During the winter and spring of 2009, the stadium's natural turf was removed and replaced with FieldTurf, a new generation of artificial turf with a crumb rubber and sand infill. This improvement has resulted in significant savings to the university in water use, fertilizer and seed. This project was completed in time for the May 2009 commencement ceremony.[3]

The stadium also received significant upgrades to the scoreboard and sound system in 2011.[4] This included installation of a high-definition video board (commonly called a JumboTron) by Daktronics at the south end of the stadium.[5]


  • Stadium history 1
  • Gallery 2
  • References 3
  • External links 4

Stadium history

Originally built in 1933 as a 4,000-seat facility, Spartan Stadium has been renovated and expanded over the years to its present seating capacity of 30,456.[1] The most recent additions came in the late 1980s when the capacity of the stadium was expanded from 18,000 to approximately 33,000 by adding boxes and an upper deck on the west side. In the early 2000s, renovations were carried out for the San Jose Earthquakes in order to make the field wide enough for a FIFA regulation size field. As a result of these renovations, parts of the stands closest to the playing field were removed, thus lowering available seating for all sports to the stadium's present capacity of 30,456. The maximum capacity for MLS games is 26,525.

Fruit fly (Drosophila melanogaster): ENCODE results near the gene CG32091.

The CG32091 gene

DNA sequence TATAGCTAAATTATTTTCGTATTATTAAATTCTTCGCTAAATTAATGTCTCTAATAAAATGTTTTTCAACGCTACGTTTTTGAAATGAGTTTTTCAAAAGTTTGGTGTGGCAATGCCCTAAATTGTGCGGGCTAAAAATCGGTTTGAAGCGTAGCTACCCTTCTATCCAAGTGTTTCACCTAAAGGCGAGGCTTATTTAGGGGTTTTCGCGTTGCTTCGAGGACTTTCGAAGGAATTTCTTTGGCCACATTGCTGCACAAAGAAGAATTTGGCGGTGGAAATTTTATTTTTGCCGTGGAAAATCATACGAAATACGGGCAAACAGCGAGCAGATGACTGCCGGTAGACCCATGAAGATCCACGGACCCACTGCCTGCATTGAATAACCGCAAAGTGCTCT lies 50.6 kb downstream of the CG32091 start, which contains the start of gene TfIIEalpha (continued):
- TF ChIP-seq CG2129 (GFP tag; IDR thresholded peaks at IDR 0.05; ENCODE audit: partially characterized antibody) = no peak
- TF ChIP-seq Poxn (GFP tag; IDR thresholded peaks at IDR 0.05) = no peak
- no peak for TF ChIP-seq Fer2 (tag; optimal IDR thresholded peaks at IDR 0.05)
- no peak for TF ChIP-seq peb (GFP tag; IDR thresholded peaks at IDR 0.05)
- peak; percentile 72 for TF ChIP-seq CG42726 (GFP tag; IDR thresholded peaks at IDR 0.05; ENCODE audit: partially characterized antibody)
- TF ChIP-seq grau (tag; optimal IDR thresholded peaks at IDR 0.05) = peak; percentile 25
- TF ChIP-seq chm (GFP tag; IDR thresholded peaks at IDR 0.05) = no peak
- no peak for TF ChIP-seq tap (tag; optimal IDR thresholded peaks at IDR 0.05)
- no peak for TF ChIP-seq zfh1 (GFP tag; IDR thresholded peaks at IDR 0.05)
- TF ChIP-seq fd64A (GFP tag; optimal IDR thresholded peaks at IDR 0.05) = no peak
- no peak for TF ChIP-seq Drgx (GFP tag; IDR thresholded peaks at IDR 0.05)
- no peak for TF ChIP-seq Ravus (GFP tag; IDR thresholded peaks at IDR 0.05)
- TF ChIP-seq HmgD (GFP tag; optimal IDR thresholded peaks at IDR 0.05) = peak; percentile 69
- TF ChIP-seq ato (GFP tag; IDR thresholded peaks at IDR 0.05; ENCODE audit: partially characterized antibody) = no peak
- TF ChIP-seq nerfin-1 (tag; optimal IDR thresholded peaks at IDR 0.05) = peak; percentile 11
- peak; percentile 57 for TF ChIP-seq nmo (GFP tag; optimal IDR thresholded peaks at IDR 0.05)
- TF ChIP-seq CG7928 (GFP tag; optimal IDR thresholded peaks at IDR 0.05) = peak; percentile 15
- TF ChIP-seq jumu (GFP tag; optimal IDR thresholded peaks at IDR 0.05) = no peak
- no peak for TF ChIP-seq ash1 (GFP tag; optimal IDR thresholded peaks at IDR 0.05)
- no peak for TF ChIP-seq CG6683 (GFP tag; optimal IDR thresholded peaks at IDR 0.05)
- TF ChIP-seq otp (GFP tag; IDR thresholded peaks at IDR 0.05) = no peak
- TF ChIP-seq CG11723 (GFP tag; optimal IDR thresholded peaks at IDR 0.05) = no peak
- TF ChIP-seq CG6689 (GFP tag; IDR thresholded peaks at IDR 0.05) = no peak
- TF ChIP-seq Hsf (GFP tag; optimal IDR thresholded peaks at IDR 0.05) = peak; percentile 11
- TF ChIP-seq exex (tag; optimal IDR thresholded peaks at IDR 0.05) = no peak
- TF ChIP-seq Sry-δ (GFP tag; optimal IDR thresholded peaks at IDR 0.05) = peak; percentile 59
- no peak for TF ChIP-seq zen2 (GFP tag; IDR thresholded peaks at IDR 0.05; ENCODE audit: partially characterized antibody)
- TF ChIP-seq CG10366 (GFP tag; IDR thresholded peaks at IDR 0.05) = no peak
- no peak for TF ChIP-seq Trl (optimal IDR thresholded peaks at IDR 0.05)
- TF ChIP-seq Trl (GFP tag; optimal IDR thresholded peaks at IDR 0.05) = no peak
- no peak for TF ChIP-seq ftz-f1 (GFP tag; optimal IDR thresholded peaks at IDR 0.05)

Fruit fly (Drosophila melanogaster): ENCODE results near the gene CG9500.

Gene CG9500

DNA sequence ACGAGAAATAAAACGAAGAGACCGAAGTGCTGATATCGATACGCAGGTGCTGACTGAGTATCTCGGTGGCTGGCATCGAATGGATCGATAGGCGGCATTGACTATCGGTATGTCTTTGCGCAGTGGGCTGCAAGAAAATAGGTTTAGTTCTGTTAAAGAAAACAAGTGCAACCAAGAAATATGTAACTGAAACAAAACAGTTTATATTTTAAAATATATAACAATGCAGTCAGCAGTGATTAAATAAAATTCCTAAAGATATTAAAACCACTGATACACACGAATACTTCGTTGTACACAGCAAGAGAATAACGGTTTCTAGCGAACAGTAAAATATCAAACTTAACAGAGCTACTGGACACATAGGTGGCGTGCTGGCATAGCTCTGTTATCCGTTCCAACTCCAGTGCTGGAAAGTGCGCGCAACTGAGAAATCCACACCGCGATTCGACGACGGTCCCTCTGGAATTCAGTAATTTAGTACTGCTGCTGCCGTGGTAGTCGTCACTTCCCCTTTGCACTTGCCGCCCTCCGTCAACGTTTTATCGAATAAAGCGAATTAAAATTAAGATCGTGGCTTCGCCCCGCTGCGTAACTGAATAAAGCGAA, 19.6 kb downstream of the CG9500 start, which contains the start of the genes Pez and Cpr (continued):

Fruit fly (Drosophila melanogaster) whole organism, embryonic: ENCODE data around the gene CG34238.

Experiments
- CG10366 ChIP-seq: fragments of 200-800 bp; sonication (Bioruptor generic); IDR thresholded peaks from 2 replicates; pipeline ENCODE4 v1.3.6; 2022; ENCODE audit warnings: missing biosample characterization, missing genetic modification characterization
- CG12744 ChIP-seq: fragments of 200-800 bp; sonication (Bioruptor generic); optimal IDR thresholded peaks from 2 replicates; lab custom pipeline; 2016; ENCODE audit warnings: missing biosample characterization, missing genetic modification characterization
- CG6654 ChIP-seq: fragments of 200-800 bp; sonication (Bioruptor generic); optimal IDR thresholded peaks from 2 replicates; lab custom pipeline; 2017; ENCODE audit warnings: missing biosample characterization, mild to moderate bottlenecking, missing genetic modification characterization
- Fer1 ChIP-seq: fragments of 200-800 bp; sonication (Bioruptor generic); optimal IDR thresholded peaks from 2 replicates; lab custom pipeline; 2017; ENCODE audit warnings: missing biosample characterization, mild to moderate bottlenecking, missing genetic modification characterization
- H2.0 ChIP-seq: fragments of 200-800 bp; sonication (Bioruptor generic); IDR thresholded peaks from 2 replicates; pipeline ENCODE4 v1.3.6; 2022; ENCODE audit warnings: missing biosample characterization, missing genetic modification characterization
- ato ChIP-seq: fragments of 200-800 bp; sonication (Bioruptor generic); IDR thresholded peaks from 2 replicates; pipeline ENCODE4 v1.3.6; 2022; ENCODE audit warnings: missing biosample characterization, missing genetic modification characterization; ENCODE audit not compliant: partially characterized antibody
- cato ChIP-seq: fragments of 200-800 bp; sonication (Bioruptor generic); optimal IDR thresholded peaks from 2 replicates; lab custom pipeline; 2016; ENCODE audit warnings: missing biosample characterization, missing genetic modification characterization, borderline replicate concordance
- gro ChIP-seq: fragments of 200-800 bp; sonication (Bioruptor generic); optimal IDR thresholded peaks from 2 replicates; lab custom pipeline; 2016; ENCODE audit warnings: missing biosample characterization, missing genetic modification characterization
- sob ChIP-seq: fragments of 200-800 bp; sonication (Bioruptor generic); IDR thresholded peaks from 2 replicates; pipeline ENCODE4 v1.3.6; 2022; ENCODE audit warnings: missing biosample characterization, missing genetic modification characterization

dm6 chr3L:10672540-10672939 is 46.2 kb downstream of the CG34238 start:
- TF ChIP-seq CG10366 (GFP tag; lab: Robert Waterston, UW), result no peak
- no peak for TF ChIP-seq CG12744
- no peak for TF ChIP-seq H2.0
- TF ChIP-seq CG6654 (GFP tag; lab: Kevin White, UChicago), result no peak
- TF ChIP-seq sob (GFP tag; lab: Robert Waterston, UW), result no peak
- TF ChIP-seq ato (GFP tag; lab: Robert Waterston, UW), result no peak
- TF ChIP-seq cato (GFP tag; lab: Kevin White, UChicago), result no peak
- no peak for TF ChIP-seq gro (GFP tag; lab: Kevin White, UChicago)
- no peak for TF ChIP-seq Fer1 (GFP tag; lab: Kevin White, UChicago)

Spartan Stadium has hosted numerous FIFA events. Most notably the stadium was used as one of the venues for the 1999 Women's World Cup.

The stadium also hosts the commencement ceremonies of San José State University every spring, as well as musical concerts throughout the year. Spartan Stadium is only one block from San Jose Municipal Stadium, home of the San Jose Giants, the High A minor league baseball affiliate of the San Francisco Giants.

The now defunct NCAA Silicon Valley Football Classic bowl game was held at Spartan Stadium from 2000 to 2004.

Most recently, a Spartan Stadium end zone building addition is projected to commence in 2014-2015 and will cost approximately US$38 million. The 61,000 GSF facility will house sports medicine and athletic training space, a football team locker room, football coaching staff offices, meeting rooms, a hall of fame, and an auditorium. The facility will serve the day-to-day operations of the athletics department, and provide hospitality space on game days. It will be located at the South Campus site, north of Spartan Stadium and is projected to be completed in 2016.[6]